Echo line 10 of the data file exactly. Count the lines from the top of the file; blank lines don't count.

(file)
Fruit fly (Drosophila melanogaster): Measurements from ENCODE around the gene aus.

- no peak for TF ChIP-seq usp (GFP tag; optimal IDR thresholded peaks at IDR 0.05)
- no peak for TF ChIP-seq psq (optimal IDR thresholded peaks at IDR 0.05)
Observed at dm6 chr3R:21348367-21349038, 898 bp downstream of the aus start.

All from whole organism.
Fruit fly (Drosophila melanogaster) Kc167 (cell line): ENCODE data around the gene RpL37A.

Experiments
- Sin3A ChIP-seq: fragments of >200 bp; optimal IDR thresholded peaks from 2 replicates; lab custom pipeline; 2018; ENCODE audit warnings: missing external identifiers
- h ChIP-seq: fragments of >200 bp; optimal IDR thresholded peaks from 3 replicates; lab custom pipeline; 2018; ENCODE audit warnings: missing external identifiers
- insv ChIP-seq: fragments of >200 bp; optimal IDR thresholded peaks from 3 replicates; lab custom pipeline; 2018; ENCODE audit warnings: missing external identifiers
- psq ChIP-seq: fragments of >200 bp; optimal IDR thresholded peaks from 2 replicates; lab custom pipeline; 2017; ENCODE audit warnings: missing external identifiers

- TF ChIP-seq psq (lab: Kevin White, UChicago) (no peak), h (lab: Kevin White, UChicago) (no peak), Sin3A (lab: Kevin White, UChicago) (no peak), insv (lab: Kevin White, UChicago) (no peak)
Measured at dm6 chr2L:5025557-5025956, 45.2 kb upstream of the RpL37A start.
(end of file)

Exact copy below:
- insv ChIP-seq: fragments of >200 bp; optimal IDR thresholded peaks from 3 replicates; lab custom pipeline; 2018; ENCODE audit warnings: missing external identifiers